As I was playing a 2004 San Francisco Giants game on my tabletop baseball game and intentionally walking Barry Bonds over and over, I couldn’t help but remember all the furor in baseball circles surrounding the intentional walk.
For those that don’t recall, Barry Bonds was walked intentionally more than 100 times – more often than most players walk in general – and finished with more than 230 walks. Pundits around baseball, ESPN and elsewhere in the 24-hour sports news cycle miasma spent hours upon hours discussing ways of discouraging teams from intentionally walking Barry Bonds – ideas ranging from banning the intentional walk to making it more punitive (truly silly ideas such as giving a player two bases the second time he’s intentionally walked, etc.) to, well, I don’t even remember most of the rest of the half-baked ideas.
The larger point was all of this was a severe overreaction to a once-in-a-generation phenomenon … the greatest slugger of all time, chemically enhanced or no, playing on a team with sufficient number of average teammates that opponents feared no one other than Barry Bonds. Baseball self corrects. Does anyone recall how many times Roger Maris was walked intentionally when he set the then-single season home run record in 1961? (Answer later – that’s known in the biz as a tease.)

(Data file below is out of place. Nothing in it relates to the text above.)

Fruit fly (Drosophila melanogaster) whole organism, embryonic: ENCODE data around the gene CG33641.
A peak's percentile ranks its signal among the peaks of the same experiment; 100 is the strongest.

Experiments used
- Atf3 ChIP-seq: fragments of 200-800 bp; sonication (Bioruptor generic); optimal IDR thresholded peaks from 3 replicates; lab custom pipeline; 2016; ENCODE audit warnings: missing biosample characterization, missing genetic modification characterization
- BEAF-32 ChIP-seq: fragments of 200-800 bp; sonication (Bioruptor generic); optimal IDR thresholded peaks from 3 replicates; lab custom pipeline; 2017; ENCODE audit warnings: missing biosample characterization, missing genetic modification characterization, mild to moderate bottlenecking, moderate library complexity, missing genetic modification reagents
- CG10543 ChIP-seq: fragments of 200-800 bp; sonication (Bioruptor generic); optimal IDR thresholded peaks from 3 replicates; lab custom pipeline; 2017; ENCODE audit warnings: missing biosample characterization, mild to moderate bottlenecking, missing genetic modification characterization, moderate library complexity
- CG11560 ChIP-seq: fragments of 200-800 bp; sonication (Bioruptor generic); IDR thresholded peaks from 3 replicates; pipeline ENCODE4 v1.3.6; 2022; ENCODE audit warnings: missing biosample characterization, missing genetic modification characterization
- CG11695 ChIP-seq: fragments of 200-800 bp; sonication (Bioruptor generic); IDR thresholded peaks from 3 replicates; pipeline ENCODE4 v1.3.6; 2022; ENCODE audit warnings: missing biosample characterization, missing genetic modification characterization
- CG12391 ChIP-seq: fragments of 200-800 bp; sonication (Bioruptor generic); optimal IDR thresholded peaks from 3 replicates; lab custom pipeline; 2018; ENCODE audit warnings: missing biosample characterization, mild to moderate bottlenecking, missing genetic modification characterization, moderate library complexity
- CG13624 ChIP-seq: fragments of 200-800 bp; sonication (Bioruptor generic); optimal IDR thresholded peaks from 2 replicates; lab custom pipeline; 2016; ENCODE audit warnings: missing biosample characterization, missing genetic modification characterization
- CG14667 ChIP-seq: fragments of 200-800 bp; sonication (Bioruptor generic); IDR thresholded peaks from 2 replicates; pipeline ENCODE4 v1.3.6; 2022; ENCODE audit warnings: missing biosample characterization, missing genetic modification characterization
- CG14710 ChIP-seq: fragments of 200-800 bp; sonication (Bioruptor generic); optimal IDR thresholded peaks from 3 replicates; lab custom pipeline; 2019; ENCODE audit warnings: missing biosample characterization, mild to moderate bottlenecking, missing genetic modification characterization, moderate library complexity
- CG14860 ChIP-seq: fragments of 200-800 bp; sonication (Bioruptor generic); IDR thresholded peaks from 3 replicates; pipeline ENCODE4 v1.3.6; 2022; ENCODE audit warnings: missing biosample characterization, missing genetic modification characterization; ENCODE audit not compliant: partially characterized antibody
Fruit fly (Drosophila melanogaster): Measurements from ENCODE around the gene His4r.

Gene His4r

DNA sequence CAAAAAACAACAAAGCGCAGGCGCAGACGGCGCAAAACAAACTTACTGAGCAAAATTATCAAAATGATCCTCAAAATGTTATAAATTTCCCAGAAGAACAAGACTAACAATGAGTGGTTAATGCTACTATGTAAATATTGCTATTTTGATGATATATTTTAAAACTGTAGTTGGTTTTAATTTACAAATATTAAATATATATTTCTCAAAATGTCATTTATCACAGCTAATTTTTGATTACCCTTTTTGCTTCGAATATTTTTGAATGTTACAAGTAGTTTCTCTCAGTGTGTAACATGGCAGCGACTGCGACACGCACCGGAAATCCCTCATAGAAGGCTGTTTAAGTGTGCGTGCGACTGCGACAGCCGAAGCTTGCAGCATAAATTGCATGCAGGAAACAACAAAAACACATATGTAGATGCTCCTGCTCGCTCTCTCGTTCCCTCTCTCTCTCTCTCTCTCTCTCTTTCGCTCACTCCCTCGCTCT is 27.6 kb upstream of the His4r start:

Housing policy and the real estate market in general seems to follow the same pattern of overreaction. Sales have fallen off since the $8,000 homebuyer tax credit expired in the spring; those like me who continually argued that the credit wasn’t good policy and, further, an $8,000 tax credit was a silly reason to spend six figures on a piece of property, found their arguments falling on deaf ears.
Likewise, the lack of an $8,000 tax credit is a silly reason not to purchase a home in an environment of ludicrously low interest rates and prices from several years ago. Yet many buyers have surrendered the ghost because the tax credit isn’t there. Maybe they were buying only for the $8,000 or maybe they are hoping in vain that the tax credit may return.
Enter the utter silliness that is Washington D.C. There are rumbles that if nothing else changes with the economy, Congress in an effort to save their collective … er … seats might bring back the tax credit to spur the economy. No matter that the tax credit cost the country more than $1 billion in its previous incarnation, there are political chits to be had by protecting the current majority and, more specifically, holding the power that comes from winning a Congressional seat.
If anything, these rumors are more damaging to the real estate market than anything else because they provide false hope (or at least, what sane people who don’t want to see the credit return consider to be false hope) that the credit will return. And who is going to purchase now when there’s a chance, no matter how slight, that there will be cash to be had sometime before the election.
Hopefully this idea will die a quick death, forcing buyers to face the real estate market as it is, not as it once was or they wish it to be. Because outside of the tax credit, little has changed between now and April except prices in some areas and interest rates both have continued to slide. It needs to die. As baseball fans can attest now that Barry Bonds is retired, making a sweeping change to correct a very, very narrow problem is a very bad plan.